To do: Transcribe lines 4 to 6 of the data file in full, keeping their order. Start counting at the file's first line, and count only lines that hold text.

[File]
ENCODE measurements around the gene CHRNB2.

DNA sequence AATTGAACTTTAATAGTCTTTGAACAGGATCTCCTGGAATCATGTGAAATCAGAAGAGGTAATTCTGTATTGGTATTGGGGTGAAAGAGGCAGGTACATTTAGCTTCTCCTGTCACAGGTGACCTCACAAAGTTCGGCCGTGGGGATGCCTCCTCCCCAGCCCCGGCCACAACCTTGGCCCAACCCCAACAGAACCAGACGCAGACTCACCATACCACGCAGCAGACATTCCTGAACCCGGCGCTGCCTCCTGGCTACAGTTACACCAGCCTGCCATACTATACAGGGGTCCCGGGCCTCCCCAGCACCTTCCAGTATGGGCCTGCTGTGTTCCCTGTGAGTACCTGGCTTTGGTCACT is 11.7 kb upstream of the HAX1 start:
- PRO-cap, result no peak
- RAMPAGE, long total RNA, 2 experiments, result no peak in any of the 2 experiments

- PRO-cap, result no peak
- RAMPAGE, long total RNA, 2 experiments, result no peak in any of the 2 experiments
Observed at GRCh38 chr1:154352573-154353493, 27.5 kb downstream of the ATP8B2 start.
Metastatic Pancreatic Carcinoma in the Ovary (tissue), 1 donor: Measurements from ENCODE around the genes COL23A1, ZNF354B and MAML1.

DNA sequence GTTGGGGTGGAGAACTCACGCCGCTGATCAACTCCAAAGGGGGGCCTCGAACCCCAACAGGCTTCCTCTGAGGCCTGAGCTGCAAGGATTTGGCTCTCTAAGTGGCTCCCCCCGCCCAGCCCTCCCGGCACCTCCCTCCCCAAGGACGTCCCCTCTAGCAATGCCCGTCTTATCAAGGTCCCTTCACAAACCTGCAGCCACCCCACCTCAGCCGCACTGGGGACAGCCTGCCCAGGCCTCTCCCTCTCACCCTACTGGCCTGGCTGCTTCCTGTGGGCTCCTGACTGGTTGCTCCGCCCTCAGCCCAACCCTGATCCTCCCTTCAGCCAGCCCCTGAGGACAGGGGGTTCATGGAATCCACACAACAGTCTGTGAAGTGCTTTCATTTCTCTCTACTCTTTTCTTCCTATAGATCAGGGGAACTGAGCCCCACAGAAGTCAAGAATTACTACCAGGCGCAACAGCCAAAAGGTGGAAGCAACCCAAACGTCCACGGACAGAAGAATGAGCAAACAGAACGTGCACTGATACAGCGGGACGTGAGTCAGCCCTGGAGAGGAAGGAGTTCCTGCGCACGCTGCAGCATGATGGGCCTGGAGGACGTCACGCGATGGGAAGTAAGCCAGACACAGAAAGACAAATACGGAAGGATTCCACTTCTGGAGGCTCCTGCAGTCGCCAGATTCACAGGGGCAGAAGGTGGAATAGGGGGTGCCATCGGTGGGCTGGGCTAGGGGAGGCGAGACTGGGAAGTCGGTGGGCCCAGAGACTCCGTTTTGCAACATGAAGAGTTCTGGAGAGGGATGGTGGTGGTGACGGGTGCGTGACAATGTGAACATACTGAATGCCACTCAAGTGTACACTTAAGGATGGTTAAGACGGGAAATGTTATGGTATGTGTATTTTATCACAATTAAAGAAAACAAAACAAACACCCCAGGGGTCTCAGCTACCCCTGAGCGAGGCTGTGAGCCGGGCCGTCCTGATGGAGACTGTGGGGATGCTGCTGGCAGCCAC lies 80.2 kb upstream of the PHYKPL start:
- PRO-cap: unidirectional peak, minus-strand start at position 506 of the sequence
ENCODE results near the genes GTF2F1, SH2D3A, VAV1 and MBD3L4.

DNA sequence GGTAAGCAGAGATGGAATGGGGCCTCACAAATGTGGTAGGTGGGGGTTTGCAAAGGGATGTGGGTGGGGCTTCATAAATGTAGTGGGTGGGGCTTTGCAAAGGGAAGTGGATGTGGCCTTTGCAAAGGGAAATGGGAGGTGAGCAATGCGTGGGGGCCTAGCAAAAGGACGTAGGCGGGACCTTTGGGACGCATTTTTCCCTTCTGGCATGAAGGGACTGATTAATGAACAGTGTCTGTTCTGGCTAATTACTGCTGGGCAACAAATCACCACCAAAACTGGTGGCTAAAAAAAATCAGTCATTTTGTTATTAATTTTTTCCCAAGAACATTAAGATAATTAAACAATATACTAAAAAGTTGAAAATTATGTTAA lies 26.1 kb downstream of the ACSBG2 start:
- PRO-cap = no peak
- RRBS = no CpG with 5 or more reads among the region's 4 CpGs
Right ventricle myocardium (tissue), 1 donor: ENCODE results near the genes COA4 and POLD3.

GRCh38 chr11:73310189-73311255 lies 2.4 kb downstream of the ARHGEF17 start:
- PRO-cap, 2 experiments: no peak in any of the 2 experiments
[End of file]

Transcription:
- RAMPAGE, long total RNA, 2 experiments, result no peak in any of the 2 experiments

- PRO-cap, result no peak
- RAMPAGE, long total RNA, 2 experiments, result no peak in any of the 2 experiments